Afghans Submit 1.17 Million War Crimes Claims To ICC
February 20, 2018
Afghans have delivered 1.17 million testimonies to the International Criminal Court three months ago, since it began collecting evidences for possible war crimes.
ICC prosecutor Fatou Bensouda has been seeking a permission to begin an investigation since last November. She said that the court has been looking into possible war crimes in Afghanistan since 2006.
Bensouda also added that evidence existed of war crimes perpetrated “by members of the United States armed forces on the territory of Afghanistan, and by members of the US Central Intelligence Agency (CIA) in secret detention facilities in Afghanistan,” which were operating mostly between 2003 and 2004.
A spokesman of the Pentagon refused to conduct investigations into US citizens, while the US State Department expressed its opposition to the ICC investigation in Afghanistan.
This is the first time Bensouda refers to US forces committing war crimes, which could lead to a possible confrontation between the two sides. Bensouda also decried the “near total impunity” enjoyed by armed forces, both foreign and domestic, operating in Afghanistan. The US is not a member state of the ICC but American citizens can be charged with atrocities committed in member countries. The US State Department said at the time of Bensouda’s announcement that it opposes the court’s involvement in Afghanistan.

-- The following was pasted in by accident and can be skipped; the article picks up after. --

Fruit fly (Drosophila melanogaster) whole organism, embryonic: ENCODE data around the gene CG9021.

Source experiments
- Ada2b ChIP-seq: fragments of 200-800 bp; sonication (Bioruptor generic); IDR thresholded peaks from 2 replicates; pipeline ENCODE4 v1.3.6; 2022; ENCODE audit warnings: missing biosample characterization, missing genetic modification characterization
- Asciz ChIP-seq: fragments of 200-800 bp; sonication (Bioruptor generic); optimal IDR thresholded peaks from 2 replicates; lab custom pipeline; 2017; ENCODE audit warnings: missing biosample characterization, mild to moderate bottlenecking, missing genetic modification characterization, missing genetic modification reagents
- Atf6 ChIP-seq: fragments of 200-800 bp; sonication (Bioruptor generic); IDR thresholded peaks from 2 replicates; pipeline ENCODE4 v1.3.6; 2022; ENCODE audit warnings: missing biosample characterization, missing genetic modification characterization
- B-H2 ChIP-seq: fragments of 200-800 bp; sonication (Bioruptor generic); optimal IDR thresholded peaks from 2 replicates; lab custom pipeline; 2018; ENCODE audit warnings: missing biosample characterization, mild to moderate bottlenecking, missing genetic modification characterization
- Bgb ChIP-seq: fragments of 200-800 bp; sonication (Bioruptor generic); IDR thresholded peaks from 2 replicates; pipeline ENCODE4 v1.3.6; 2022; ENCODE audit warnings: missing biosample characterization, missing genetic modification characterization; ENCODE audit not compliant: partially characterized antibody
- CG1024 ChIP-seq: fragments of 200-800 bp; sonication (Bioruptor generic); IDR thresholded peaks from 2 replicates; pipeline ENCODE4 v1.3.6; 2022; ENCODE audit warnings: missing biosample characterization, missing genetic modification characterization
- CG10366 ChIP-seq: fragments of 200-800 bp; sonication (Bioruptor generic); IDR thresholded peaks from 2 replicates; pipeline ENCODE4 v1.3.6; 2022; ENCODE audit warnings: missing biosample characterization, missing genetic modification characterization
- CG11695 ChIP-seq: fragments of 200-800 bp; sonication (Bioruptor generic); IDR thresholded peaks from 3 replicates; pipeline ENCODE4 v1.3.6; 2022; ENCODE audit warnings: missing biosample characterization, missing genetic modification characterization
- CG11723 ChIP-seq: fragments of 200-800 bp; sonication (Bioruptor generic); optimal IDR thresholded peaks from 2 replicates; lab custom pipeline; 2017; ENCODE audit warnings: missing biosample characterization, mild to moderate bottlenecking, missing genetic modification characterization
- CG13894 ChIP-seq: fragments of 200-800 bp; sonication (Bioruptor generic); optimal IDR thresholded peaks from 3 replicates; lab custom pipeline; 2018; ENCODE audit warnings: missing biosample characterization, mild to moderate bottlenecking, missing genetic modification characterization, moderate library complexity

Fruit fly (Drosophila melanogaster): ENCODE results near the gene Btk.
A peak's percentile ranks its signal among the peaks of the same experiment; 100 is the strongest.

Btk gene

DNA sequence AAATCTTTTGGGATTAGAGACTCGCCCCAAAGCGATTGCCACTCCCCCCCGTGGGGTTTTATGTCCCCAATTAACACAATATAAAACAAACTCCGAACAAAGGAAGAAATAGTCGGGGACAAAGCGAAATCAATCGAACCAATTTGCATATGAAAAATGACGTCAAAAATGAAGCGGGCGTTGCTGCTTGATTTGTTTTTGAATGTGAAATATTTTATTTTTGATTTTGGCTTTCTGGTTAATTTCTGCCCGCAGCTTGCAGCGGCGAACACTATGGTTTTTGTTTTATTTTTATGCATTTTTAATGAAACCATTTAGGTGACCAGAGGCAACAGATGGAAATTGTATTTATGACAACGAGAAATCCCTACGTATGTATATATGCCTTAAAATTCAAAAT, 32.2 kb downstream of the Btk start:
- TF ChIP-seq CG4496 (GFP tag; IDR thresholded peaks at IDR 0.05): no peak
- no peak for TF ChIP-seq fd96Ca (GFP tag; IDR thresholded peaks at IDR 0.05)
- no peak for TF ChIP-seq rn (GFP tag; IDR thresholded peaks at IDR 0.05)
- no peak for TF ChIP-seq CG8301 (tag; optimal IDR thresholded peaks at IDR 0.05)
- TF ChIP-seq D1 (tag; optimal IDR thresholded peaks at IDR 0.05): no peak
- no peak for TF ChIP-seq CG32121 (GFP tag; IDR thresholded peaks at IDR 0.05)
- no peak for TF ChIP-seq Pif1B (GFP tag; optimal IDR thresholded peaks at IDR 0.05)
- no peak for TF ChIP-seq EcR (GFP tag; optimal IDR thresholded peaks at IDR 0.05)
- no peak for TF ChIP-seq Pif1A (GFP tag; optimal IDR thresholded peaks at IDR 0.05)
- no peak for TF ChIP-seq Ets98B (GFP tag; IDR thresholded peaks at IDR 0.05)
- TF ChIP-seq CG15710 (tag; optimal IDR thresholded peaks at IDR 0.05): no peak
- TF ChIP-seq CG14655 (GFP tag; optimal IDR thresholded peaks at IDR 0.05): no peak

“The testimonies document atrocities perpetrated by Taliban and ISIS organization, as well as Afghan security forces, regular commanders of the US-led coalition forces, and local and international intelligence agencies,” said Abd Elwadud Pedram, of the human rights and anti-violence organization in Kabul.
“It is shocking there are so many,” Mr Pedram said, noting that in some instances, whole villages were represented. “It shows how the justice system in Afghanistan is not bringing justice to the victims and their families.”
Pedram has had to go into hiding on multiple occasions over security concerns emanating from his work. Several warlords who rose to prominence amid the power vacuum left behind in the wake of the 2001 US-led intervention against the Taliban are among the alleged war criminals reported to the ICC.
“The warlords are all here. You have to be very careful,” Pedram said. “In the morning, I kiss my little son goodbye, I kiss my wife goodbye because I don’t know what will happen to me and when, or if I will see them again.”
The ICC is the world’s first permanent court established specifically to investigate and prosecute war crimes, crimes against humanity and genocide. However, the ICC can investigate alleged crimes committed in Afghanistan only after May 2003, when the government ratified the Rome Statute which established the ICC.
ICC judges in The Hague have yet to determine whether they will launch a war crimes investigation. There has been no guidance given on when such an investigation might be launched..